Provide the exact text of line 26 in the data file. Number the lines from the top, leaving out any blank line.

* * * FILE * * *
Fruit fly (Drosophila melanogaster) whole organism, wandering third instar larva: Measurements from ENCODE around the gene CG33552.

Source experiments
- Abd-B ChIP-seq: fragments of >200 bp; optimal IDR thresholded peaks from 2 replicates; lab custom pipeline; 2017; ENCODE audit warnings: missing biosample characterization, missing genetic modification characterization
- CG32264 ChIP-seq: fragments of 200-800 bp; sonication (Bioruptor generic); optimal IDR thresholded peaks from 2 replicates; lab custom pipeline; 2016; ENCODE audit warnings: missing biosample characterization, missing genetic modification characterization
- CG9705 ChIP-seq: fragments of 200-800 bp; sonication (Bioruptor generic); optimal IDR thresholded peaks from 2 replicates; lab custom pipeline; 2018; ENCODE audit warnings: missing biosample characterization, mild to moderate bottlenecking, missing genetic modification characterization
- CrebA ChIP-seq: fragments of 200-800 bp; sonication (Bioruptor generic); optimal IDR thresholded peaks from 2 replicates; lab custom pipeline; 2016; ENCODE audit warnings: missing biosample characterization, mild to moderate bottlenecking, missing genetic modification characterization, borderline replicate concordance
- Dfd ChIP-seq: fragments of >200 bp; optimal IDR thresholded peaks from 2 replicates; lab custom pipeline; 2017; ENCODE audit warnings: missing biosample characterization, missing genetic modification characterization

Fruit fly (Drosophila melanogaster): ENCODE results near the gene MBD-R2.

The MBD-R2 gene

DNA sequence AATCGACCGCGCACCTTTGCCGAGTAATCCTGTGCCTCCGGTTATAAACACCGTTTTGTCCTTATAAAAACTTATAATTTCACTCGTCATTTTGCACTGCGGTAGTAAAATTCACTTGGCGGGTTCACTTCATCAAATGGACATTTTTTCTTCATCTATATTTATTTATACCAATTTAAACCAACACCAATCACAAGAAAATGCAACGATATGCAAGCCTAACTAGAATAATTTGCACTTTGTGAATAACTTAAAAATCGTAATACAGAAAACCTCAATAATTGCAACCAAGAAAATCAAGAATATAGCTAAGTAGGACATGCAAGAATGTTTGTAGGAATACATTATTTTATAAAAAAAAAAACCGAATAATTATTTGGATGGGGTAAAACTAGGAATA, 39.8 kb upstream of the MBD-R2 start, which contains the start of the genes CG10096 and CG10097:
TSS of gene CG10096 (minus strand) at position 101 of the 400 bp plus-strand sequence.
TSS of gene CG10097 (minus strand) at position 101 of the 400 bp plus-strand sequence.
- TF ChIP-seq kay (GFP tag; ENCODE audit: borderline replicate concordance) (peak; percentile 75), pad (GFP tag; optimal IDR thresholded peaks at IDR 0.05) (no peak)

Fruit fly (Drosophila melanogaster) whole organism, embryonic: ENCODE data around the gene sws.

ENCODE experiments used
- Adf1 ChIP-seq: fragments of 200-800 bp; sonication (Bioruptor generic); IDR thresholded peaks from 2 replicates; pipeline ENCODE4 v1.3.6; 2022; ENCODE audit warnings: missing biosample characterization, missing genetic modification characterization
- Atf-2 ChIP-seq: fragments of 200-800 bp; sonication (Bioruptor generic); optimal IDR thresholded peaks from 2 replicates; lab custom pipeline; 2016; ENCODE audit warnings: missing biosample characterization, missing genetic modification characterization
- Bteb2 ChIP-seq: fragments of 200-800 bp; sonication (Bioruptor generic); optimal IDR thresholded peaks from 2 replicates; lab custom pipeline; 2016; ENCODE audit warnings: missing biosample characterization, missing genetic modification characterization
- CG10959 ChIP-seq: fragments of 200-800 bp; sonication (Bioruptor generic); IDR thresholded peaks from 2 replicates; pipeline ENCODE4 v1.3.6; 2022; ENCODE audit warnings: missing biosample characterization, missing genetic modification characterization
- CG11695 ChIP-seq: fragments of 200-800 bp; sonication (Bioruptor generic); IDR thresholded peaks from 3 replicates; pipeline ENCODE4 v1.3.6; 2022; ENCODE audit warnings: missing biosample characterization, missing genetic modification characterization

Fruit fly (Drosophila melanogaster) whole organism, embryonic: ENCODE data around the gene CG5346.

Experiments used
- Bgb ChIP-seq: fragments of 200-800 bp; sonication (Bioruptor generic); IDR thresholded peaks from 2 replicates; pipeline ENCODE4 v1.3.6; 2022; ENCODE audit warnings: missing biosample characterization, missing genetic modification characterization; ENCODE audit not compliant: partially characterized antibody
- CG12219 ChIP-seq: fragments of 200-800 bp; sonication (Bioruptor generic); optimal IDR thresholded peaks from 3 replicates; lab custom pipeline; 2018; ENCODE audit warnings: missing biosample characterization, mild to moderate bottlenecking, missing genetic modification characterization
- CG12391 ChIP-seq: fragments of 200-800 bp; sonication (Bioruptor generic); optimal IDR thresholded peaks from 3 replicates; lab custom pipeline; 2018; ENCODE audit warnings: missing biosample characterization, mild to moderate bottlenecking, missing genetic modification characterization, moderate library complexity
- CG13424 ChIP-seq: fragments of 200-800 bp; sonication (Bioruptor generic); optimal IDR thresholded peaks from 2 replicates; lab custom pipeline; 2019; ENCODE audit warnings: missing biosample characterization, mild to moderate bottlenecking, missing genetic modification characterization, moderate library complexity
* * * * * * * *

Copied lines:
- CG13424 ChIP-seq: fragments of 200-800 bp; sonication (Bioruptor generic); optimal IDR thresholded peaks from 2 replicates; lab custom pipeline; 2019; ENCODE audit warnings: missing biosample characterization, mild to moderate bottlenecking, missing genetic modification characterization, moderate library complexity